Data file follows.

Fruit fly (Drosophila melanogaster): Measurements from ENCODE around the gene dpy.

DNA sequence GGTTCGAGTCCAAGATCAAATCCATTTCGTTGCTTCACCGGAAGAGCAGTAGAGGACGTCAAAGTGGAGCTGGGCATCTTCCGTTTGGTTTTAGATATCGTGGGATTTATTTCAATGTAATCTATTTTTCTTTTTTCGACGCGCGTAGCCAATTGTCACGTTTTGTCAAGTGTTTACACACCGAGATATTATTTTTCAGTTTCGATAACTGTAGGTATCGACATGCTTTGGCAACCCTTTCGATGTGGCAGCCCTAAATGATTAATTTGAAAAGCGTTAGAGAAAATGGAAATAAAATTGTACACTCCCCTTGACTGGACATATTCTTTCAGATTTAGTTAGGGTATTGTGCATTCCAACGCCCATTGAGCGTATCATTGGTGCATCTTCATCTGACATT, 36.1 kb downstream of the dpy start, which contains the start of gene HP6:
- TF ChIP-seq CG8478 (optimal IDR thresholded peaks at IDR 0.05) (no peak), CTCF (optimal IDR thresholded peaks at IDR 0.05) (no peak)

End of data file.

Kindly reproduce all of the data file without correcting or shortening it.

Fruit fly (Drosophila melanogaster): Measurements from ENCODE around the gene dpy.

DNA sequence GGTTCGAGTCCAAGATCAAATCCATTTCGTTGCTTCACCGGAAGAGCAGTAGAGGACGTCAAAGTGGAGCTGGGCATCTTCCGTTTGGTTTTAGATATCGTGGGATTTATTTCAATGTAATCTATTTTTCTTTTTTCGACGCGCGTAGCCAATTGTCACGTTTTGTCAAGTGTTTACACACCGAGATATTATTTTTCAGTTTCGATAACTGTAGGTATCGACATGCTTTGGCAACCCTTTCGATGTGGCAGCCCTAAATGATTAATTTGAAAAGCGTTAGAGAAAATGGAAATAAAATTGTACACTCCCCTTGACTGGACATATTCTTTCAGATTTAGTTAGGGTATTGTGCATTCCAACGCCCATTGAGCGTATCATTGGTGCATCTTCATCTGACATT, 36.1 kb downstream of the dpy start, which contains the start of gene HP6:
- TF ChIP-seq CG8478 (optimal IDR thresholded peaks at IDR 0.05) (no peak), CTCF (optimal IDR thresholded peaks at IDR 0.05) (no peak)